With Congress passing just 26 bills that became law in 2023, the usual influx of new federal laws that go into effect on Jan. 1 is much smaller than usual. The 118th Congress is on track to be one of the most unproductive in modern history, with many of the bills passed being uncontroversial, including multiple measures to rename Veterans Affairs clinics, the commemoration of the 250th anniversary of the Marine Corps and the Duck Stamp Modernization Act of 2023.
But one key federal law that takes effect Jan. 1, 2024, is the Corporate Transparency Act, which was passed in 2021. The law is designed to eliminate anonymity in business ownership that had allowed bad actors to hide illicit financial dealings and launder money. It will require more than 30 million small and medium-sized businesses to report ownership information to the Financial Crimes Enforcement Network (FinCEN). Failure to report the information could result in fines of $500 per day, up to $10,000 maximum, or two years jail time.
The ABA, through several entities and its Governmental Affairs Office, opposed rules and measures in the proposed legislation. The association successfully worked to get a measure dropped that would have extended suspicious activity reporting requirements to “gatekeepers,” including those who file corporate registration documents. The provision would have imposed burdensome regulations on lawyers and undermined the attorney-client privilege and state supreme courts’ longstanding authority to regulate and oversee lawyers engaged in the practice of law.
But the new law still will have an impact on lawyers who may have to assist clients with reporting, find exemptions to the law or even report information on their own firms.
State laws taking effect on Jan. 1 are much more plentiful. A major trend involves 22 states that will raise their minimum wage. Workers in Washington state will be entitled to the highest hourly minimum wage in the U.S., at $16.28, up from $15.74 in 2023. California’s minimum wage will go up to $16 an hour, from $15.50, while New York state’s will rise to $15, from $14.20.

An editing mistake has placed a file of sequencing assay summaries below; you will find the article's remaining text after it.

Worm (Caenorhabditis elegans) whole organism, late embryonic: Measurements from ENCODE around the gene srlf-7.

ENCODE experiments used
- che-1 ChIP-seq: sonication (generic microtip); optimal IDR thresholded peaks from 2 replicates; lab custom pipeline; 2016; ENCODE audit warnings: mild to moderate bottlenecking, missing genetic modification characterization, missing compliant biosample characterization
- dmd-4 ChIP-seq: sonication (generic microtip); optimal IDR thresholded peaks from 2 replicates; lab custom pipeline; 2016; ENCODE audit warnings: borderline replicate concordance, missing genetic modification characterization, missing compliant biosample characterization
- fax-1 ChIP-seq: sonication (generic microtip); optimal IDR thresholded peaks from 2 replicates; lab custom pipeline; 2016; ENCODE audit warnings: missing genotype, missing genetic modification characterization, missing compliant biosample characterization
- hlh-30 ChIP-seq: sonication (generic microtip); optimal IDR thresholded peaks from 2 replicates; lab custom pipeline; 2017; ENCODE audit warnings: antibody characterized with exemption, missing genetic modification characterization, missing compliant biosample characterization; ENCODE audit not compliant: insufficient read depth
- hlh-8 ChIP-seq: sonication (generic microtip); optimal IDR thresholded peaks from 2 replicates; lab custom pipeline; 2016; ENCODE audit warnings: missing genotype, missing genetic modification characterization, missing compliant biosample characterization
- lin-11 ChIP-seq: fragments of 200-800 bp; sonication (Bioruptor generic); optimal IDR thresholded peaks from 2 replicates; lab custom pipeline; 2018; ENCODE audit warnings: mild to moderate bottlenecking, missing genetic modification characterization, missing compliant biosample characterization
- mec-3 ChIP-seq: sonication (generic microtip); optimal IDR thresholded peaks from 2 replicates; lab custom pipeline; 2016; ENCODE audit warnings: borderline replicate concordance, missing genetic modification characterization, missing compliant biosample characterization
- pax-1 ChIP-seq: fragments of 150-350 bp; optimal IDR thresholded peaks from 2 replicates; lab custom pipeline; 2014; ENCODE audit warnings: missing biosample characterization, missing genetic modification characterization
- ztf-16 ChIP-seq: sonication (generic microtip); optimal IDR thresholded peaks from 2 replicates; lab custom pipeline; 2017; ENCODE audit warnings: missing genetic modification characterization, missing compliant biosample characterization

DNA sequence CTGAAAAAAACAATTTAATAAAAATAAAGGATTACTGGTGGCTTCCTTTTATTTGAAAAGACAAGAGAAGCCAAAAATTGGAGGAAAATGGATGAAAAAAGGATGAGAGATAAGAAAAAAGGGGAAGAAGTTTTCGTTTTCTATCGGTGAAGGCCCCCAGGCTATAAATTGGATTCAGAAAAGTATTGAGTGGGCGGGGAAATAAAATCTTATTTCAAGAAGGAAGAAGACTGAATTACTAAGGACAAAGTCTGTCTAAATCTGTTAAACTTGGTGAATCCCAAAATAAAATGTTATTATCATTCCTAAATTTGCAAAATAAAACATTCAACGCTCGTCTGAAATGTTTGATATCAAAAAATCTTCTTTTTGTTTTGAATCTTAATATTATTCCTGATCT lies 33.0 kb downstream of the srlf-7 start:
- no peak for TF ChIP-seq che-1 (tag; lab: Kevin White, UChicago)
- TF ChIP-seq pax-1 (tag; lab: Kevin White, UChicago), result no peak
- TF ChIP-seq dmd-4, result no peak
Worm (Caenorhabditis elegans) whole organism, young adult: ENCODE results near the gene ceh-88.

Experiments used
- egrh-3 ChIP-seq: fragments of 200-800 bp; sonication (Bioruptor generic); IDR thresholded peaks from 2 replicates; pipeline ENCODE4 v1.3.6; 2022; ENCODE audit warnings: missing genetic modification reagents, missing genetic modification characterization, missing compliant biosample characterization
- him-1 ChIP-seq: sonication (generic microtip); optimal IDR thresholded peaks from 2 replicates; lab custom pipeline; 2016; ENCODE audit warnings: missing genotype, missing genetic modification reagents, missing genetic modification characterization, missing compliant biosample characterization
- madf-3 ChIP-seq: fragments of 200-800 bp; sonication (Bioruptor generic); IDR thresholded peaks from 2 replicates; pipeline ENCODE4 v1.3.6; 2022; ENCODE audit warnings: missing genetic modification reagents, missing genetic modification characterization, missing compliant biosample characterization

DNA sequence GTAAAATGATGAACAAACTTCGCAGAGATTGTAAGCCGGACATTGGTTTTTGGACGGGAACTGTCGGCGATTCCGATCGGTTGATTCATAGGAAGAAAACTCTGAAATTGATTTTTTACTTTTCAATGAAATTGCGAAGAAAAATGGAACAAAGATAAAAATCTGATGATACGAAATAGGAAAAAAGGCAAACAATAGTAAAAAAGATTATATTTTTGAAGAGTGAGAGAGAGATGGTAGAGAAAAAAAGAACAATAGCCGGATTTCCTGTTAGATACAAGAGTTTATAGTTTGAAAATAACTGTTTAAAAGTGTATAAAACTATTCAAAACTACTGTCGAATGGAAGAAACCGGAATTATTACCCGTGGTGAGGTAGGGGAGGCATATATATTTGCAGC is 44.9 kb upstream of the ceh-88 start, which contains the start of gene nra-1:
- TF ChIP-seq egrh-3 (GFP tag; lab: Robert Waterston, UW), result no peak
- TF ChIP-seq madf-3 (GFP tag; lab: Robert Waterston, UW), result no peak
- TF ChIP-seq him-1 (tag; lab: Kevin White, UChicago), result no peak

Many states have new laws that affect everyday life including changes to tax rates, building laws, licensing rules, labor requirements and many other statutes. A new Florida law modifies existing statutes that outline bail and pretrial release rules. Ohio has legalized marijuana (a new law that took effect on Dec. 7 of this year) and employers in Minnesota must provide qualified workers with paid sick leave. Illinois will have mandatory paid leave, protections against deep fakes — images manipulated digitally to show false events —and book banning and a law that makes it illegal to videoconference while driving.
A new Texas law preventing higher education institutions in the state from implementing diversity, equity, and inclusion policies takes effect this month as do new laws in New York protecting tenants and freelance workers. California will have hundreds of new laws including one that prevents concealed carry of firearms in certain public spaces and an increase in prison time for people convicted of dealing high amounts of fentanyl.
- ABA comments to FinCEN on new rules on beneficial ownership
- ABA letter opposing the Corporate Transparency Act
- 2023 led to fewest laws in decades
- Bills passed in the 118th Congress
- “How a new federal law will affect more than 30 million small U.S. businesses”
- ABA Journal